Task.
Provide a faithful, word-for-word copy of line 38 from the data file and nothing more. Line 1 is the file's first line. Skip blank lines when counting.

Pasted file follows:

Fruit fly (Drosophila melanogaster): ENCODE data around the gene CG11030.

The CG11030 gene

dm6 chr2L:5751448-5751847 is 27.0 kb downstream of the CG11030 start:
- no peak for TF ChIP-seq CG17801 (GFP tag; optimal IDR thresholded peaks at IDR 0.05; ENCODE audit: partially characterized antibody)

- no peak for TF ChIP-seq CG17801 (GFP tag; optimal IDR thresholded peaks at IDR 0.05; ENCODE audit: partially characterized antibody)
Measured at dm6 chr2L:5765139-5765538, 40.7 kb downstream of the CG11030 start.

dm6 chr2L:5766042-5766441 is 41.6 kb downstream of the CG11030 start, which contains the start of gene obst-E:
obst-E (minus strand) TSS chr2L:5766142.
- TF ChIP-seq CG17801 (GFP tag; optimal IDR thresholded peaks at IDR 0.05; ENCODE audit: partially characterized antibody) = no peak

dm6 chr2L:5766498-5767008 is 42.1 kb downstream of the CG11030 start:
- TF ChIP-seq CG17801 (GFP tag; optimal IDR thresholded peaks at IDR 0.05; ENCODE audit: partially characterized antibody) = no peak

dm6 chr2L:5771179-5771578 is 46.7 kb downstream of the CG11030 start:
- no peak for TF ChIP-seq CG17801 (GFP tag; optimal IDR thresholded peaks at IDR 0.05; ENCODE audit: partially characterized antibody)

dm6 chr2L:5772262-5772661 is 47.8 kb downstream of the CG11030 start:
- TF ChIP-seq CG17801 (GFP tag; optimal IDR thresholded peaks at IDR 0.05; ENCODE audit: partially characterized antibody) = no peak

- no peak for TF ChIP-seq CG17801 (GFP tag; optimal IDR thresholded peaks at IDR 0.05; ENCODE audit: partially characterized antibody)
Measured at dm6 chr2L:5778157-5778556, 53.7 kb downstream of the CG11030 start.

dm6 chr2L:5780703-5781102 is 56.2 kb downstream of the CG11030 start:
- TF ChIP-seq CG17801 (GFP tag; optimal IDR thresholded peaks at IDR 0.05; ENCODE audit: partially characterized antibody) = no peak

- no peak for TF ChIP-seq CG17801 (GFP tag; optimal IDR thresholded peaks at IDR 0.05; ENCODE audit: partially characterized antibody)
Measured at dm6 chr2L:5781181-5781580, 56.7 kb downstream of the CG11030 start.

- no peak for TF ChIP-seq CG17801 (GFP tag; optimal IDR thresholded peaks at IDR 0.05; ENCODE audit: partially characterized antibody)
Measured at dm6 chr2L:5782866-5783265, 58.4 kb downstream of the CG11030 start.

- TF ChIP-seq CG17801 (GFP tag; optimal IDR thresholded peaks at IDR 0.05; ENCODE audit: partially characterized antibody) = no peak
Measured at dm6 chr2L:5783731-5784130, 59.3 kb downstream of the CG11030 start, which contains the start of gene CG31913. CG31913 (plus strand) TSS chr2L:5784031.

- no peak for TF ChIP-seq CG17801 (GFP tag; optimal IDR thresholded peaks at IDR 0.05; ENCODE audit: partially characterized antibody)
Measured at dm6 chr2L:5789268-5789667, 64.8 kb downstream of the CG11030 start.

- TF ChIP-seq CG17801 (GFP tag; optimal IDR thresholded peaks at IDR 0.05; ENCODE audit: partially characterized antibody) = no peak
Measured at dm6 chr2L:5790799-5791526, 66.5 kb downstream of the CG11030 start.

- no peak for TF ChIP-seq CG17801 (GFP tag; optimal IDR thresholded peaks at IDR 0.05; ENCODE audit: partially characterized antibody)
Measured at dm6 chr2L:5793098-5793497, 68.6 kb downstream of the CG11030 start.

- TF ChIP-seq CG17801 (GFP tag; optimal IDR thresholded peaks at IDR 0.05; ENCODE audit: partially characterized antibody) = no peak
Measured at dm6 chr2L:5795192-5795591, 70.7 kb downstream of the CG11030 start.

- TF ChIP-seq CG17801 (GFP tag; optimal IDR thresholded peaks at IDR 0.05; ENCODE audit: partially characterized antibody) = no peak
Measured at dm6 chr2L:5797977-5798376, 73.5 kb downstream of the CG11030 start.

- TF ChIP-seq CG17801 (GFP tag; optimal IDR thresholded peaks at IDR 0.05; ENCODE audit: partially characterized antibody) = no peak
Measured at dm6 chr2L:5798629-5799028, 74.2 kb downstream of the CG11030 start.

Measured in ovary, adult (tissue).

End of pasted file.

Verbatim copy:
Measured in ovary, adult (tissue).